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On November 30, Jonathan Glennie published his new book The Future of Aid, Global Public Investment. Jonathan has been engaged with the Joep Lange Institute as a Principal Associate and has presented on this topic during the 2019 UN General Assembly week, at several Wilton Park (UK) meetings and several civil society discussion organized by (among others) the Global Fund Advocates Network.

His latest book presents a more advanced and comprehensive version of the concept of Global Public Investment that he believes should replace ‘aid’ as we know it. At the heart of this transition he suggests a series of paradigm shifts:

  • From a narrow focus on poverty to a broader attack on inequality and sustainability.
  • From seeing international public money as a temporary last resort, to valuing it as a permanent force for good.
  • From North-South transfers to a collective effort, with all paying in and all benefitting.
  • From outdated post-colonial institutions to representative decision-making.
  • From the othering and patronizing language of “foreign aid”, to the empowering concept of Global Public Investment.

Global health advocates have been quite successful in helping to mobilize substantial resources for organizations such as the Global Fund to Fight AIDS, Tuberculosis and Malaria or GAVI, but also often found themselves bouncing against ‘a wall’ of lacking political will and limitations that are enshrined in old ‘aid ideologies’: the fact that aid should in principle be ‘limited and ending’, the old school paradigm (and language) of the rich helping the poor, how the root causes of entrenched neo-liberalism and therefore growing inequality were left unaddressed, the overstated role of the private sector and under-acknowledged importance of the responsibilities of the public sector as well as the distinct characteristics and importance of public money, etc. The paradigm shifts that Jonathan describes are needed to redefine global development financing, not only in Lower- and Middle-Income Countries, but in all countries based on equity and true global solidarity – in health as well as other development areas (the SDGs). The recent COVID-19 crisis only illustrates ones more that we need different models for international collaboration in health!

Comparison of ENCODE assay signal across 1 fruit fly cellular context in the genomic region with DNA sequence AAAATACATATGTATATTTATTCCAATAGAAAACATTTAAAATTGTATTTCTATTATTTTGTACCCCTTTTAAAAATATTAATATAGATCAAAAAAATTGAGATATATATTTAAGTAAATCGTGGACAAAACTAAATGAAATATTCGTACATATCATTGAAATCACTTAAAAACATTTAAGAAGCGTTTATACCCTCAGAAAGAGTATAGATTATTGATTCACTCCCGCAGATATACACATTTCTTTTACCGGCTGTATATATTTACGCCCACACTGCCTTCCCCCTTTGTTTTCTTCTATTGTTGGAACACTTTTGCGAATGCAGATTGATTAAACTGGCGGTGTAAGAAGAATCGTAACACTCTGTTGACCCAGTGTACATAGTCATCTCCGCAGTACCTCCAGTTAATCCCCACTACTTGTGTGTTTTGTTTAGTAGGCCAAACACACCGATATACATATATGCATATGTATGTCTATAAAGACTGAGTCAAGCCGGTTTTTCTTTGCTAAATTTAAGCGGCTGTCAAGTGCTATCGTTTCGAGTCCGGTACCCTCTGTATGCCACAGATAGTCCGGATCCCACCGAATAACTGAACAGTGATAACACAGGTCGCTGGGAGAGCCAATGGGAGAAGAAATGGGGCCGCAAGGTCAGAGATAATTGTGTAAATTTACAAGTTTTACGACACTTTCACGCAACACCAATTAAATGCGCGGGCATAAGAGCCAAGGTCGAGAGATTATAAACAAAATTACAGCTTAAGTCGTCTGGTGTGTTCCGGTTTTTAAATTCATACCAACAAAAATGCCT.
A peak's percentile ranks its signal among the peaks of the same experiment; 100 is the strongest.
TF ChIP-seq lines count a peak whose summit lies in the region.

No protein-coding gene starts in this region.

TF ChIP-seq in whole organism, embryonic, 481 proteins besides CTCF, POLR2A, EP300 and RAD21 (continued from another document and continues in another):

The book is helpful contribution to the political discourse around rethinking ODA and a rich tool for advocates in looking (and speaking) beyond the current ODA definitions and practices. There is an increasing awareness that current ODA are not future proof and this book shows that we could work on a very different – more equal and respectful – basis and ultimately achieve more.

This book articulates what many intuitively feel but few say out loud: that aid needs reformed, increased and maintained for the long term. Not charity, but smart investment in a more just and sustainable world. Glennie eloquently lays out a new vision for the necessary international public finance required. If you are serious about fighting inequality and climate change this is a must read.

Dr. Christoph BennDirector of JLI Global Health Diplomacy

Jonathan Glennie is a writer and campaigner on human rights, international cooperation, sustainable development and poverty. His work looks in particular at the changing nature of international cooperation as dominant paradigms and global economic relationships evolve. He has held senior positions in several international organisations, including Save the Children, Christian Aid and Ipsos. He has published two previous books on aid (The Trouble With Aid: Why Less Could Mean More for Africa and Aid, Growth and Poverty, with Andy Sumner) and helped set up The Guardian’s Global Development website. As a consultant, he has worked with governments, international agencies and civil society organisations as they renew their strategies for a new era. He lives in Colombia.

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